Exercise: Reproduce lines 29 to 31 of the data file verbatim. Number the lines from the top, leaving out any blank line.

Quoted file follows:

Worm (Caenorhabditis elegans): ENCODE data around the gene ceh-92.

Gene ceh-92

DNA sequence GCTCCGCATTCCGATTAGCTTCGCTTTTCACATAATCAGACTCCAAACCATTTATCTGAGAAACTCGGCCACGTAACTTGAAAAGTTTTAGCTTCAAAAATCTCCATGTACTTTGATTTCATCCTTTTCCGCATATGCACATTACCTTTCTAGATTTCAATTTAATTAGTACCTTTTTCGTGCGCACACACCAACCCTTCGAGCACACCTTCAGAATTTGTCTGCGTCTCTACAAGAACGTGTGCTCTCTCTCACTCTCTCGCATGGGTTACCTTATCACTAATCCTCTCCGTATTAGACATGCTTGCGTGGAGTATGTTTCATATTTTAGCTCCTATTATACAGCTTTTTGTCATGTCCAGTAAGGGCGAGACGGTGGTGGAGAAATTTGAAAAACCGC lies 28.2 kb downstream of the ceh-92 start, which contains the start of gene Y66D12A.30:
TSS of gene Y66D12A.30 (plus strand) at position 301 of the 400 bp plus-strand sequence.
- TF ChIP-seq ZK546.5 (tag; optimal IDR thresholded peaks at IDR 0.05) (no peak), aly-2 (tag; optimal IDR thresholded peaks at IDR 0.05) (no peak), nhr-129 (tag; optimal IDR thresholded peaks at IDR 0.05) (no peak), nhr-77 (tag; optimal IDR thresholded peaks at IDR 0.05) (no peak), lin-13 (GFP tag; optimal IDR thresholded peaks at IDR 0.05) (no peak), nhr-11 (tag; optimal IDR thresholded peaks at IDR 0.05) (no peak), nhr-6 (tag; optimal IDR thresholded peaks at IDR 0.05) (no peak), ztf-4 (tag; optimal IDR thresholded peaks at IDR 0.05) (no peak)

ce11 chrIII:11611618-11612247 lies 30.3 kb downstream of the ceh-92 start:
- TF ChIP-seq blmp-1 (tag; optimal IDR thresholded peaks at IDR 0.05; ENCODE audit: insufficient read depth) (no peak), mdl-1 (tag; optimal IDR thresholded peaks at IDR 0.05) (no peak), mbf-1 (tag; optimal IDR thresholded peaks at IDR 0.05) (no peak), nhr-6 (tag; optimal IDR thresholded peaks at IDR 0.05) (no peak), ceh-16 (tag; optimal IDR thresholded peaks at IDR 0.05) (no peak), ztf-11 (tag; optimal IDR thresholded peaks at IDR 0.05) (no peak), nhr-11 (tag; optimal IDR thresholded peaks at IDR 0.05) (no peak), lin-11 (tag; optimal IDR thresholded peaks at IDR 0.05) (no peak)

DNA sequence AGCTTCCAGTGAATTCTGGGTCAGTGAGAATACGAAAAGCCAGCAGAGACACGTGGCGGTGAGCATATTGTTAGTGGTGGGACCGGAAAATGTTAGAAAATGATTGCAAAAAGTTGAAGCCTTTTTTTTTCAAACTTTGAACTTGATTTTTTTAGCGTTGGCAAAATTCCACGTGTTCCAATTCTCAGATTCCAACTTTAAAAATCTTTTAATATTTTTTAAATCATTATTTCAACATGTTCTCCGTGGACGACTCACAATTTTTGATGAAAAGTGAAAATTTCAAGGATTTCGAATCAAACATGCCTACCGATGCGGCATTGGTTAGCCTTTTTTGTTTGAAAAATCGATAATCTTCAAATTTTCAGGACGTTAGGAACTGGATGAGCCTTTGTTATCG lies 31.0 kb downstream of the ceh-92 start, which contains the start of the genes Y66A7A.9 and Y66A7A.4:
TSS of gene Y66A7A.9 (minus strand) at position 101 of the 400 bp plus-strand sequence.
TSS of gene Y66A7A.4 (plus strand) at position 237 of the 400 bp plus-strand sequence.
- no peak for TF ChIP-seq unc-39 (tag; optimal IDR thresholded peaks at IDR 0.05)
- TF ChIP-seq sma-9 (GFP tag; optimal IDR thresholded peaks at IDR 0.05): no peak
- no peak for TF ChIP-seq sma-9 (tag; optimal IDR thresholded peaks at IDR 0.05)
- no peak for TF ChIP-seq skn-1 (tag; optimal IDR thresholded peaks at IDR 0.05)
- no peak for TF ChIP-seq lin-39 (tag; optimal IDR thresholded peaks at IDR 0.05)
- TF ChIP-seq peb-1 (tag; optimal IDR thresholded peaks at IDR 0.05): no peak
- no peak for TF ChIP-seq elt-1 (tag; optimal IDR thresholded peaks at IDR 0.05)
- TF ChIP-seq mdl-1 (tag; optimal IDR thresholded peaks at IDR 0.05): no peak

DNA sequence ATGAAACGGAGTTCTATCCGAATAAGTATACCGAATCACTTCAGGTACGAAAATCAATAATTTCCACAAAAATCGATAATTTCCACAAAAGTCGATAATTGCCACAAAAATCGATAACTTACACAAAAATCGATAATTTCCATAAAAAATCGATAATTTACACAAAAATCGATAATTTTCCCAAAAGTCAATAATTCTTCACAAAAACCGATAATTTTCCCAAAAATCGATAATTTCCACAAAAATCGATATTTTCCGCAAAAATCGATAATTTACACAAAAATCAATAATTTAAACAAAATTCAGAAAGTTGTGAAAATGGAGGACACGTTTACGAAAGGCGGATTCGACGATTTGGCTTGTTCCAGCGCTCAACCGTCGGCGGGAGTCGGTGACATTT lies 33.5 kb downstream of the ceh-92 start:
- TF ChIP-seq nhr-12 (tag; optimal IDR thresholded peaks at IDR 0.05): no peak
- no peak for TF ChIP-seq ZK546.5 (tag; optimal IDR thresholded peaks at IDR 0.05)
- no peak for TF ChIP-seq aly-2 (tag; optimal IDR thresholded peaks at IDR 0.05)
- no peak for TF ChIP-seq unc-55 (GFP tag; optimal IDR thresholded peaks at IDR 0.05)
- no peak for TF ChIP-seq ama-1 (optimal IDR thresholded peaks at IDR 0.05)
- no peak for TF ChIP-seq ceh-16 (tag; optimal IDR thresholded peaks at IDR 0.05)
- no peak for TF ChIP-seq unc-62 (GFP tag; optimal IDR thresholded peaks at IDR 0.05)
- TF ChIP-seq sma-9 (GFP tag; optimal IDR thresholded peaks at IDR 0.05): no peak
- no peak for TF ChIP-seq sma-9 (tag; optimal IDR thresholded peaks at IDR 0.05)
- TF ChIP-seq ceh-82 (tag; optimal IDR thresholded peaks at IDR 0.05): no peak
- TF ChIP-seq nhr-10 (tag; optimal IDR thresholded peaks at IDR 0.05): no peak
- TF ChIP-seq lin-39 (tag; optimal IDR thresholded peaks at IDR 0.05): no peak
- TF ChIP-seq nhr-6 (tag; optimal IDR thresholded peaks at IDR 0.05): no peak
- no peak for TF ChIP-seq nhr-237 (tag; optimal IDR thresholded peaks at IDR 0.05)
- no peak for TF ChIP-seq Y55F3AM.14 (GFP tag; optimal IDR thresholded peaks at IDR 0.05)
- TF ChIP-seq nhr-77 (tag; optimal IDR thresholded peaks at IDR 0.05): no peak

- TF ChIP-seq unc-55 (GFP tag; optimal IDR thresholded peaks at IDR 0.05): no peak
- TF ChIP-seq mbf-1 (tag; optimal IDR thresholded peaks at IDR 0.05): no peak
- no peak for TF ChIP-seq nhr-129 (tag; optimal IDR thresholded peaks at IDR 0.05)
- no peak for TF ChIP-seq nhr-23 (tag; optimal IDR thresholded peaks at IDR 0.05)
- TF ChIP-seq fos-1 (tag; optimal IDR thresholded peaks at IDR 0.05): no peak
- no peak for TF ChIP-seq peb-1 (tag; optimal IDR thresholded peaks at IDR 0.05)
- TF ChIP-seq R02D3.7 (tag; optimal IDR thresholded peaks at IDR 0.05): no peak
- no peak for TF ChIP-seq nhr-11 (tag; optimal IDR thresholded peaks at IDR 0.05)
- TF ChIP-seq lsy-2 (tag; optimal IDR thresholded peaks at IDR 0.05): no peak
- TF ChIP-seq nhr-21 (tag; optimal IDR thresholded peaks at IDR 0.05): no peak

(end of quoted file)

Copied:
- TF ChIP-seq ceh-82 (tag; optimal IDR thresholded peaks at IDR 0.05): no peak
- TF ChIP-seq nhr-10 (tag; optimal IDR thresholded peaks at IDR 0.05): no peak
- TF ChIP-seq lin-39 (tag; optimal IDR thresholded peaks at IDR 0.05): no peak